Jack Born: So as they’re going through, by the way, I thought those tips and insights were fantastic. So as you’re going through this email series, you mentioned that you are very transparent about a lot of things. But I think one of the things that you mentioned was that, that there is a course and that there is an enrollment period. So is that something that you’re bringing up in the very first email, or where are you-
Abbi Perets: I think that I do from the very first email, when they’ve enrolled in this free email course, I’m pretty sure there’s a line in there that’s something like, “Spoiler alert, I do have a paid program. We’re not even gonna talk about that right now. Right now we’re focusing on like, “What is freelance writing,” right? And just to clarify, to be a little bit more clear, the five day free email course is its own course, its own mini-course that has value on its own. What happens at the end of that five days is they’d get this invitation to the webinar itself. And then even the webinar opens with, “This is recorded. I’m not really here right now. And if you have questions, drop them in the question box and we’ll get you answers as soon as possible.” I tell them from the beginning of that training, that there’s a paid course that I’m gonna be introducing them to at the end. And again, that free training itself, it’s full of personality. It’s full of value on its own. Like even if you decide, “I’m not interested in paying for a course right now or at all, or this chick is weird.” All valid decisions. You’re still gonna get something from having hung out with me for that 40 minutes. And that’s another thing, I am not a fan of these like 90 minute, two hour webinars. I don’t have that kind of time. And I don’t think anybody else does. So like 48 minutes, and then like six minutes of walking through the course and the pitch, you know? I don’t know. It’s probably not in line with what some people consider to be the perfect formula for a webinar, but it works for me.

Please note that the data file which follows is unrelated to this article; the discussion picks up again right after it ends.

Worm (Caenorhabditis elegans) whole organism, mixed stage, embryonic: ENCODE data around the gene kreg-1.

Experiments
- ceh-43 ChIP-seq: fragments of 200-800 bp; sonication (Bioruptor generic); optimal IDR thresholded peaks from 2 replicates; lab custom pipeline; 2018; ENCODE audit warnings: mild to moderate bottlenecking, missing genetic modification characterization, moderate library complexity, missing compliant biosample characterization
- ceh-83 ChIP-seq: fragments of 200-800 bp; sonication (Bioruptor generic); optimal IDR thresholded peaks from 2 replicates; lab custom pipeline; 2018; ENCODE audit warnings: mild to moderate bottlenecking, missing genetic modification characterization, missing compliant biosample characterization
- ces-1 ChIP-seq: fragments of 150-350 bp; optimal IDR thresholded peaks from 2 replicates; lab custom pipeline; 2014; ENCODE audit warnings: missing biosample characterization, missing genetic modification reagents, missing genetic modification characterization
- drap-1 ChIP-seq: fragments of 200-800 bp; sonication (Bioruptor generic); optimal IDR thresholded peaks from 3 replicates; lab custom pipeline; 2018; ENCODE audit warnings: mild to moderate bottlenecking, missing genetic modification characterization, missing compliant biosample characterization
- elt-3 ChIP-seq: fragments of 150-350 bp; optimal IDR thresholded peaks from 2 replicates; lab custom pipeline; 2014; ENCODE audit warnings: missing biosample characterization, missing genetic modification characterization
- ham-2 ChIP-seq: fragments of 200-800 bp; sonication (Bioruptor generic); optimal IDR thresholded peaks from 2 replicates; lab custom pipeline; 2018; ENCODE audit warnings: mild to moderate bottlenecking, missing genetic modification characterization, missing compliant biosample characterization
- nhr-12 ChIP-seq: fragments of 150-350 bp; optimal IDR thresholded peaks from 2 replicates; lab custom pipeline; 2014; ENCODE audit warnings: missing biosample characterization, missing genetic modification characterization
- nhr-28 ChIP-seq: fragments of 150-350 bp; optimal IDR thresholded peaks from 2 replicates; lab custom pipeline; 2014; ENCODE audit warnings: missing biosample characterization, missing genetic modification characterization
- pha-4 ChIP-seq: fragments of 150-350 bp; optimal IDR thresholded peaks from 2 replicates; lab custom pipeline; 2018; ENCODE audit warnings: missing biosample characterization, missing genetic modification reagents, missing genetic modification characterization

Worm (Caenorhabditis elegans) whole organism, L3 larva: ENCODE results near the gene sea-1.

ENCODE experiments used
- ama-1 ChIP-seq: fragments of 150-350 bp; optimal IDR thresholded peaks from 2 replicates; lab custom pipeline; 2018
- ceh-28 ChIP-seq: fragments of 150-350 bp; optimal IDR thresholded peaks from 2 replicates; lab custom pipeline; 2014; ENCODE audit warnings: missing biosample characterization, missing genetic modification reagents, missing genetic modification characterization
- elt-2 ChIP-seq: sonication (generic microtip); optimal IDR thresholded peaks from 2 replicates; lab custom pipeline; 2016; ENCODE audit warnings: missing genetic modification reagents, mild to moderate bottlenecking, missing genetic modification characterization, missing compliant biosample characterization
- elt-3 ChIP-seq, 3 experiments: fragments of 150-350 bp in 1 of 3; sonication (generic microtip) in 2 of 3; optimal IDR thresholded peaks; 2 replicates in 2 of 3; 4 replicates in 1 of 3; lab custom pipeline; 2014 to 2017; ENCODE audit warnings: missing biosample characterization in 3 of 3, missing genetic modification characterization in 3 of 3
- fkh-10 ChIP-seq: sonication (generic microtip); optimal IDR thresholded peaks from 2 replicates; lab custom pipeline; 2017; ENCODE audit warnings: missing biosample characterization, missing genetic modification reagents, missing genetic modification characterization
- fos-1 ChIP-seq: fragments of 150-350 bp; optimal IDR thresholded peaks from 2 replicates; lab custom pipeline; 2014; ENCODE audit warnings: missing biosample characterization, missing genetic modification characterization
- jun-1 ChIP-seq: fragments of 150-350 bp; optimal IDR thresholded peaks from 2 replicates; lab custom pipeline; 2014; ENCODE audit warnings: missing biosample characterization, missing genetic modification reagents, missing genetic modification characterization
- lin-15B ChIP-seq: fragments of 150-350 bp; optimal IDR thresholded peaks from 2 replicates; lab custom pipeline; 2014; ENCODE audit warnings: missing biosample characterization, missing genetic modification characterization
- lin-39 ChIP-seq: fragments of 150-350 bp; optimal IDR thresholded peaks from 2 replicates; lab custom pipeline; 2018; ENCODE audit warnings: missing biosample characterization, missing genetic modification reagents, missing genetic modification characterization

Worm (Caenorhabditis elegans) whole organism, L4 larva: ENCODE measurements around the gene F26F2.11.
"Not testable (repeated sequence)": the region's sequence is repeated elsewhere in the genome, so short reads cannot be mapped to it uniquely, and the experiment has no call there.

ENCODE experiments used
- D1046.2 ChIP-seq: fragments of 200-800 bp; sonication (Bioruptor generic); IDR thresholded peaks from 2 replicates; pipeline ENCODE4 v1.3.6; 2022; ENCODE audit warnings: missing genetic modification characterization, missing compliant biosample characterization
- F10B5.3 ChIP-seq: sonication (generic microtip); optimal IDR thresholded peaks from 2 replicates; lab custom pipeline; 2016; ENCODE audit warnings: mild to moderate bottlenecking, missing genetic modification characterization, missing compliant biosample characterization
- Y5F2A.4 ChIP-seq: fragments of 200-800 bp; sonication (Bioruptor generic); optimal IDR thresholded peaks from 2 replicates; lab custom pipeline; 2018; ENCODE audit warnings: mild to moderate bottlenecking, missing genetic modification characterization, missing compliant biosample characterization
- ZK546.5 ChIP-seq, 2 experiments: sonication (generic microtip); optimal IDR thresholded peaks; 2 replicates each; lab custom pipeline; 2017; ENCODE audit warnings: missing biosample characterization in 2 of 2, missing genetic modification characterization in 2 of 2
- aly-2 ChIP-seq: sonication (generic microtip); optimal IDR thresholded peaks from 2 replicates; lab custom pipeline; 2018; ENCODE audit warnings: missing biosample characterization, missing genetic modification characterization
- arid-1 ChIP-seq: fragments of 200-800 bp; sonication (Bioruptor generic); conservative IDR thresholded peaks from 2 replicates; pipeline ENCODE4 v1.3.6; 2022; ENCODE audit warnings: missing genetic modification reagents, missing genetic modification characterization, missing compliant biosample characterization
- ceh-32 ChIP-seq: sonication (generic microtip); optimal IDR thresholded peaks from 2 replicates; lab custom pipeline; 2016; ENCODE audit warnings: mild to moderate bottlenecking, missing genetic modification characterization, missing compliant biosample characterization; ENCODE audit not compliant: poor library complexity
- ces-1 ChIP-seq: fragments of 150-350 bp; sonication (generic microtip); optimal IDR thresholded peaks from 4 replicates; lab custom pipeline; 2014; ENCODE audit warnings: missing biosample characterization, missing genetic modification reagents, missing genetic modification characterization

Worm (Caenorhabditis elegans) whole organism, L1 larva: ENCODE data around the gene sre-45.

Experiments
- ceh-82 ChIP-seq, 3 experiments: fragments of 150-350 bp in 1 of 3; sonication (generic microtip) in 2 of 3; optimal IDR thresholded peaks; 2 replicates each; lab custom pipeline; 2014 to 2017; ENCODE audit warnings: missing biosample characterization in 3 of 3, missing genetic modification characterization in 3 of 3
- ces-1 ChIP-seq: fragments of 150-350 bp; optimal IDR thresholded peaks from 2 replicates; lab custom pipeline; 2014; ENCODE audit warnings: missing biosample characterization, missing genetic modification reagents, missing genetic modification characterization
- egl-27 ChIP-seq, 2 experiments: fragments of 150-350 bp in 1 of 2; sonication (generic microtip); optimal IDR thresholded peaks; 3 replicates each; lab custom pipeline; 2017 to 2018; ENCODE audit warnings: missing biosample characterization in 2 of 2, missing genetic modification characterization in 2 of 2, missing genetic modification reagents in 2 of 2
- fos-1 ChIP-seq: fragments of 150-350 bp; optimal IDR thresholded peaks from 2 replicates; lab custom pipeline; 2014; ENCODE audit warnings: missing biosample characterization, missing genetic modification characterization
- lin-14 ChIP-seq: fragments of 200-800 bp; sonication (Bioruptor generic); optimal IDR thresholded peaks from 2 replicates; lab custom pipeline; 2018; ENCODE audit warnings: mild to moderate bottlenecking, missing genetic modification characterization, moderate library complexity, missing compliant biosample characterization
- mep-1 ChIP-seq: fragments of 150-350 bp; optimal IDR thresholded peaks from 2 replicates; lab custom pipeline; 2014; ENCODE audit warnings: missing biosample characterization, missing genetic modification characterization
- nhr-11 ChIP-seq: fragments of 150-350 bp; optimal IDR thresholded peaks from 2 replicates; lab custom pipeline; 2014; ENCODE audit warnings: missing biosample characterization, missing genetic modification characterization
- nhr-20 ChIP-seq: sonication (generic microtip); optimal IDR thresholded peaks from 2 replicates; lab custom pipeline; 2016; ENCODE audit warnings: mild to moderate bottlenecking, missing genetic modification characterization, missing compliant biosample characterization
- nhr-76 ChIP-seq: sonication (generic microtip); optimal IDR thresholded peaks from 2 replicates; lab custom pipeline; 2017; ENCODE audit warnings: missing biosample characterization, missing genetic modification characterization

No, I think one of the most powerful communication methods is transparency. I mean, you don’t have to have some fancy NLP type of, you know, trend setting, you know, set of words.
I think just explaining, look, “here’s, what’s gonna happen if you decide to enroll,” and just showing them, you know, “this is the email that you’re gonna get, and this is what’s gonna happen next.” And sometimes just walking them through the steps like this is what’s gonna happen. And just removing all of the anxiety can be just very-
You know what? That is such a huge piece of it. I think it is. It’s knowing what’s gonna happen next. I know for me as a person and specifically, you said anxiety, like I am a person who has suffered and continues to suffer crippling anxiety at times. And I really like to know what’s going to happen. Like if we’re leaving our house, I want to know, when will we stop for the bathroom? When will we eat, what will we eat? Like I want to know what’s going on. Right? And I assume that other people want to know that as well. So I really think that that’s a big piece of it. It’s telling people what’s going to happen. Setting expectations, but in a very realistic way. Like, we’re gonna hang out together. This presentation is 48 minutes. Try not to let your kids bang on the door, you know, whatever, and letting them know what’s gonna happen. It’s so important to me personally. And that’s how I want to treat the people I work with.